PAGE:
Trading an office and regular working hours for a hawker stall kitchen is not typically the career move a young working adult would make.
However, this was precisely what 30-year-old Eva, who runs Eva’s Pancake in Toa Payoh, did.
Wanting to try something different and work for herself, Eva left her accounting job of seven years to start her hawker stall.
Of course, life is more challenging as a hawker in many ways, not least the ‘endless’ working hours, lack of air-conditioning, and ever-rising rent.
There were times when Eva considered quitting. Luckily, she didn’t after her stall went viral on social media, and now she’s looking forward to moving to a larger stall, hopefully at a hawker centre.
It’s always tempting to quit your day job to strike out on your own when things get tough.
Eva, who is 30 this year, decided to join the NEA Hawkers’ Development Programme in Aug 2020 when she found out her company was shutting down.
She felt it was a chance to get away from the 9-6 grind, she told MS News.
Through the programme, Eva did her apprenticeship under Granny’s Pancake for three to four months before starting her own hawker stall in Toa Payoh in Dec 2020.
As she learned to make traditional min jiang kueh, Eva considered classic flavours her speciality.
“Many people ask why I don’t have other flavours like cheese or sesame, but I want to stick to traditional flavours for now,” she explained.
“I was taught by my ‘shifu’ that before I can consider making different or unique flavours, I needed to perfect making traditional pancakes first.”
The standard flavours cost $1.10 each, while Peanut Butter – our personal recommendation – costs $1.30.
The hawker grind is real for Eva, who gets up at 4am every day and is at the stall by 5am.
By 6.30am, her stall in Lor 4 Toa Payoh is open, and sometimes customers will already be queuing for breakfast before heading to work.
As the neighbourhood is a little out of reach from high footfall areas like Braddell MRT station, customers will dwindle by 1-2pm, which is when she starts closing up.
But the day doesn’t end then, as even after heading home, she still needs to prepare ingredients for the next day. By 10pm, she’s usually in bed to restart the grind anew.
Eva can only afford to take one rest day a week, every Saturday.
“I have to pay rent either way, so I have no choice,” she said.
She used to rest every other Saturday but found this schedule too draining.
Though costs have risen drastically over the years, Eva faces pressure to keep her wares at the same price.
Customers will grumble if prices increase, she said. Once, Eva recounted that a customer bought four pancakes and asked for a 40 cents discount, even though she already keeps prices as low as possible ($1.10)
At the same time, she hopes that people understand hawkers have to bear many costs that aren’t passed on to customers.
However, she’s looking to raise prices after Chinese New Year as the costs are becoming increasingly difficult to absorb.
She only gets help from her retired mother, who handles cashiering and other miscellaneous tasks.
One reason is that the kitchen is so tiny that it can’t fit more than two people, so hiring an additional worker would not be helpful.
The other reason is that it’s simply too expensive.
“Being a hawker really isn’t easy,” Eva mused. It certainly was not what she expected when she left her office job.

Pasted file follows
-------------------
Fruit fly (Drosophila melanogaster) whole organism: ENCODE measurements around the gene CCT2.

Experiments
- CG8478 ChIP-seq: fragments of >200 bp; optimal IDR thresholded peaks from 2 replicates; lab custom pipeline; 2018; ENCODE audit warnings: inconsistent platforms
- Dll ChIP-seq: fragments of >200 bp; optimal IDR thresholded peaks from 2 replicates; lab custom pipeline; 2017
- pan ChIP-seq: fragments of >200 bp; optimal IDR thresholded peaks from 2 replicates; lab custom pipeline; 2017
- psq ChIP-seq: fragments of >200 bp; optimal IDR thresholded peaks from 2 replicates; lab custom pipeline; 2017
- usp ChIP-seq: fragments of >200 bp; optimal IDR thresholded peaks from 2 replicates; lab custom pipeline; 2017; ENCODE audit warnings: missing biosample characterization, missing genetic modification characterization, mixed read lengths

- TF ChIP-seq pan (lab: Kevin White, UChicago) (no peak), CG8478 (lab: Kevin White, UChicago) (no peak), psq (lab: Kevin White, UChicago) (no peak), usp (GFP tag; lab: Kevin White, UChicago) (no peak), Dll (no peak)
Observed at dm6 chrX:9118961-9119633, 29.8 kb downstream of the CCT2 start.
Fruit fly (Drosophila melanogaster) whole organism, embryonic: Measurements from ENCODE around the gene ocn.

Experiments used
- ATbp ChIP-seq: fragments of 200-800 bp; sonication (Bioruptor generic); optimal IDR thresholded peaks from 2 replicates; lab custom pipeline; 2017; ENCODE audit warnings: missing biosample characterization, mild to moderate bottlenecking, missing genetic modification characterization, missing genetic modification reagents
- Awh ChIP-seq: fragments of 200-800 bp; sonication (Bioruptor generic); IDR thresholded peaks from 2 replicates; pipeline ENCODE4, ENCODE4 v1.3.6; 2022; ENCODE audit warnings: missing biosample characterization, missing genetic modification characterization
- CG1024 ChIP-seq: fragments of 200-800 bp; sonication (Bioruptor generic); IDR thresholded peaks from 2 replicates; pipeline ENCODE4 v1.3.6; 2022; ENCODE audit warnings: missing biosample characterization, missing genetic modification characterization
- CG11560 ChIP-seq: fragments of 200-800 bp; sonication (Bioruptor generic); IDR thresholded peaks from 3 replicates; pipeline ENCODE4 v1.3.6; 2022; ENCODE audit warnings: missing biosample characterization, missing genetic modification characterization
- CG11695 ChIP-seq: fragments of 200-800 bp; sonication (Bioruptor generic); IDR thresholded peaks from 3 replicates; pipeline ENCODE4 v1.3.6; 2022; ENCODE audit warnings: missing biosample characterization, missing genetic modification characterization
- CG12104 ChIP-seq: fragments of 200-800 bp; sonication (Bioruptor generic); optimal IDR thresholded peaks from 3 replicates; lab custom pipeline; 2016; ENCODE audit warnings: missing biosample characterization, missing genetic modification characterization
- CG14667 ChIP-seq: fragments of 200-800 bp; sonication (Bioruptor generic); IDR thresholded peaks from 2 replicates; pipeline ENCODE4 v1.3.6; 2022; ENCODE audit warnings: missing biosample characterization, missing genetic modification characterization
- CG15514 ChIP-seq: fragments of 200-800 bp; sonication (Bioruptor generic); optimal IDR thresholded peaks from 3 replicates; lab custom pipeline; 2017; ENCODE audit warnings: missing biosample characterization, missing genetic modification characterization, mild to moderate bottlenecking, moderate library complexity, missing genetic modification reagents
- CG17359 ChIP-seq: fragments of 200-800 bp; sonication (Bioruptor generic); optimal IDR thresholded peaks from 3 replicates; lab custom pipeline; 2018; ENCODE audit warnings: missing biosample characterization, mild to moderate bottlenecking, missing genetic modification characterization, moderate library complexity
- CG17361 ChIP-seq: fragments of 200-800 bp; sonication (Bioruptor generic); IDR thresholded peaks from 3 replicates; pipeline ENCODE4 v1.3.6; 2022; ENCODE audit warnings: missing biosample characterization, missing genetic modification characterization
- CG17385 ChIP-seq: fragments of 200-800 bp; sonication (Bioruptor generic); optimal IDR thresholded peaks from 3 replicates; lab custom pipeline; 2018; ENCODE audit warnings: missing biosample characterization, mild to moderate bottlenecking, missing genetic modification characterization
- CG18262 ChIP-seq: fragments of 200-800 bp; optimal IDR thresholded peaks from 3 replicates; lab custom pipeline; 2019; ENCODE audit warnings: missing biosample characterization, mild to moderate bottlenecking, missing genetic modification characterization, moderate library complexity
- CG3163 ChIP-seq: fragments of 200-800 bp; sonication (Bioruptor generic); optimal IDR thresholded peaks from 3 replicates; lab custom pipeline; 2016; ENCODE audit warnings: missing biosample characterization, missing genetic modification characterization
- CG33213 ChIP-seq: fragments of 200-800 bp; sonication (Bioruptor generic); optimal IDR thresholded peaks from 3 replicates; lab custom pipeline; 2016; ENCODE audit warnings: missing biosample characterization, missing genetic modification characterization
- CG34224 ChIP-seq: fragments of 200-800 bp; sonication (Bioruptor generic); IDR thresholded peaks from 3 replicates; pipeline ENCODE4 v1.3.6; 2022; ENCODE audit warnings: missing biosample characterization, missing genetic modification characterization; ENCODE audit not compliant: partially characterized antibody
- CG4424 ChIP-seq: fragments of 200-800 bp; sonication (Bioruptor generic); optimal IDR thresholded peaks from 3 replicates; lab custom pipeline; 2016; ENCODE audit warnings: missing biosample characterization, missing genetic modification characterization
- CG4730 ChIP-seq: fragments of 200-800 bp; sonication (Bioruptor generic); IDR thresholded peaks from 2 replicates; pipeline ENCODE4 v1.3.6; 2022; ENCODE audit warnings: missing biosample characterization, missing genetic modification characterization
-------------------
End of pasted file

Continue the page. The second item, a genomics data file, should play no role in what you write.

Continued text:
Because the rent “keeps increasing” – it crossed the four-digit mark last year – Eva has been trying, in her downtime, to find a spot at a hawker centre.
Not only is the rent cheaper, but it will also not spike arbitrarily. Rent stability is what Eva desires at this time amid ever-rising costs.
Another issue is that her current location, even with viral articles and word-of-mouth, still limits her clientele to residents at nearby blocks.
Food delivery platforms didn’t help either, so she cancelled the service eventually. The large commission was also a sticking point, and the costs outweighed the benefits.
While she’s grateful to her regular customers, some of whom queue up every morning to buy a pancake from her on their way to work, the queue dries up by 1-2pm.
A larger space in a hawker centre would also allow Eva to scale her business and make more pancakes as there’ll be more room for additional pans like what her ‘shifu’ has.
Despite all these challenges, Eva’s mum, who genially agreed to talk to us, is happy as long as she is.
“Her work environment used to be ‘cold’, now it’s ‘hot’,” she said, referring to the lack of air conditioning at her stall.
“I didn’t need to help her out when she was working at an office, but now she’s working at a hawker stall, I do, and I give her my time as well.”
Since she’s around at the stall daily, she understands how difficult being a hawker can be. But if Eva wishes to be in the F&B line, her mum will not stop her.
I don’t want to see her efforts go to waste as well.
Working for yourself might sound sexy compared to a “boring” office job.
But the sorts of challenges that hawkers like Eva face are real. Long working hours, few breaks, and little wriggle room for prices — even a S$0.10 increase is a considerable risk.
Without a good location, even viral marketing will not be enough to sustain a business.
But at the end of the day, Eva couldn’t find it in herself to keep going at an office job even though it was comfortable.
Should everyone be a hawker if they don’t want to work in an office? Of course not. But if you have the passion, then why not?
Here’s how to get to Eva’s Pancake in Toa Payoh:
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Featured image by MS News.
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